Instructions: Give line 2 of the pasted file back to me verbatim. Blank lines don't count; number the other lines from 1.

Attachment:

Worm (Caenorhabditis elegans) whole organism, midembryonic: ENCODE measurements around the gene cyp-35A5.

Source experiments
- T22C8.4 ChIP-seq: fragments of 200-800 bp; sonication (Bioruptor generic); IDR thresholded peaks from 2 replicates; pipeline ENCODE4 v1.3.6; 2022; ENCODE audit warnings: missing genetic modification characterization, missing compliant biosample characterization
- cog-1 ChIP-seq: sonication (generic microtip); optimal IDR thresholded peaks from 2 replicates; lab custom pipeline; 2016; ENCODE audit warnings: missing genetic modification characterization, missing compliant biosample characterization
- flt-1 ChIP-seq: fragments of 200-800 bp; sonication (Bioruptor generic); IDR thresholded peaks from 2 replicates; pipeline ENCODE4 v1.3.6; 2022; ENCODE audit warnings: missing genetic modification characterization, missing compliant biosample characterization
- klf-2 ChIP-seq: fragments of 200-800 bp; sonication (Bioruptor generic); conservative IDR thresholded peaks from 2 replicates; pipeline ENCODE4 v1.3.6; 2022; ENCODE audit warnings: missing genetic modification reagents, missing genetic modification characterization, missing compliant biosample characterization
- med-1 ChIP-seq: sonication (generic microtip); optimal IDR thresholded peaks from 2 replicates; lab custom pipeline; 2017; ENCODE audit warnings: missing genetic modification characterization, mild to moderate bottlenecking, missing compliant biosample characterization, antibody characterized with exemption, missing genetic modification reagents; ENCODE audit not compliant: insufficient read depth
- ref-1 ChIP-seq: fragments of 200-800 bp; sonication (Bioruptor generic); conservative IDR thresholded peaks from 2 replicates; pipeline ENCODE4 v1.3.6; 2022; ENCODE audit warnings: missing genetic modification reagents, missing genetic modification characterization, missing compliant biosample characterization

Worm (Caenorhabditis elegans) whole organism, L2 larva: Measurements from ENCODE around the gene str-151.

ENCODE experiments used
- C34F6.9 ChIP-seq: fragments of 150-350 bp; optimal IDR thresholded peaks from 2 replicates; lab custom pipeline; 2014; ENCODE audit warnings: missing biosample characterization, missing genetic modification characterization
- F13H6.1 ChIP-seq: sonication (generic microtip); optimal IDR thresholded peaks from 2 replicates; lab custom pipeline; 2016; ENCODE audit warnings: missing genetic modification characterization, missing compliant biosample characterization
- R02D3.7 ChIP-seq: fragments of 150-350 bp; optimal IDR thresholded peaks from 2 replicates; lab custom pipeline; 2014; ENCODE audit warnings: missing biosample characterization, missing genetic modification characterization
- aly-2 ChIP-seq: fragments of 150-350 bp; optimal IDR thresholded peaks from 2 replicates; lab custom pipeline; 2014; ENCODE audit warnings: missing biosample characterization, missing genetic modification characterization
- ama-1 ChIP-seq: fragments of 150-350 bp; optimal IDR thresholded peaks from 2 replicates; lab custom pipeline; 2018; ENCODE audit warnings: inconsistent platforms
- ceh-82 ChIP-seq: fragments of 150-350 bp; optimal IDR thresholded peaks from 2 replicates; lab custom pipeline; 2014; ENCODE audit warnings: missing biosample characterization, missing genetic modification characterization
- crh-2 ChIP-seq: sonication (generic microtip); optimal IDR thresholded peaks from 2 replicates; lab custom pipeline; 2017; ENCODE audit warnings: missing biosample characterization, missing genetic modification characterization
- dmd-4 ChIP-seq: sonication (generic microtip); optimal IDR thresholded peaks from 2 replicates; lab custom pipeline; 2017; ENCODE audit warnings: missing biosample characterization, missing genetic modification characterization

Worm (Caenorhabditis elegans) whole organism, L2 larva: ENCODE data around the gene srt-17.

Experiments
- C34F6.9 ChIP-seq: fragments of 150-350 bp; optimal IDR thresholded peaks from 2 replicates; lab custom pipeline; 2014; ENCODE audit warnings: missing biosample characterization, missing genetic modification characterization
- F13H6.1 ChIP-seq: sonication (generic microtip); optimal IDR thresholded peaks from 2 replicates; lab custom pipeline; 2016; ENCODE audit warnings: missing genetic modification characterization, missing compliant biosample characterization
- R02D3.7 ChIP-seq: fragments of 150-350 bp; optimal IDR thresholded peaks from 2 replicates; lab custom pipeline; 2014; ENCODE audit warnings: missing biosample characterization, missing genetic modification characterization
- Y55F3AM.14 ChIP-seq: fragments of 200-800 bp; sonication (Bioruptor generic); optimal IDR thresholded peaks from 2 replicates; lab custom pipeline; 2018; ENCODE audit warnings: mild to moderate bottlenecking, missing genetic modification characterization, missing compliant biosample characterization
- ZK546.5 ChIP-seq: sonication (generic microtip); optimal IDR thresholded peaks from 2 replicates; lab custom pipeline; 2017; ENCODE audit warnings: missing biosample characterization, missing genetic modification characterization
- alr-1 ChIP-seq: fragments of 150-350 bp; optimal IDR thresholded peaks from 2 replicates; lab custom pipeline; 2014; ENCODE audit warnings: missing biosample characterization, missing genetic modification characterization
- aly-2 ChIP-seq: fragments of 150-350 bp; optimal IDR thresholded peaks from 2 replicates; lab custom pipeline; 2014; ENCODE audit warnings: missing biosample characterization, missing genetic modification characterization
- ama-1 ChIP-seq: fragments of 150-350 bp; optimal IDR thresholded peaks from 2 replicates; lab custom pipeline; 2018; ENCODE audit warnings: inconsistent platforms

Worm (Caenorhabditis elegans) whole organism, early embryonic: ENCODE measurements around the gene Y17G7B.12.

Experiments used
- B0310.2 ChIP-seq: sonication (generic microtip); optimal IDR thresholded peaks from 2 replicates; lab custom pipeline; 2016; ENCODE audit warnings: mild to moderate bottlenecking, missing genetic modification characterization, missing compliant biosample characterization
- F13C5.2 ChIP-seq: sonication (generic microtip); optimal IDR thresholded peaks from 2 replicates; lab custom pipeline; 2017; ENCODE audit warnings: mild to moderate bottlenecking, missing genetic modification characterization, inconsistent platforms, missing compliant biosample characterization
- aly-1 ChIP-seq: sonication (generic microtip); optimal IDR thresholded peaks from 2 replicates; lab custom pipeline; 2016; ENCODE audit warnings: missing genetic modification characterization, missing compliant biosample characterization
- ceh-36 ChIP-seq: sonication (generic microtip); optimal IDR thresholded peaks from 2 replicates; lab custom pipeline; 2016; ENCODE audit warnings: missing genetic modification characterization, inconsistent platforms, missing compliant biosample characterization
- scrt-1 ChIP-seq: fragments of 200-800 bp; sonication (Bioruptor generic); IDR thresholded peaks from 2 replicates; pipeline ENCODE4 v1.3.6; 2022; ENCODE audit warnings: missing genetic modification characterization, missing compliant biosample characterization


Source experiments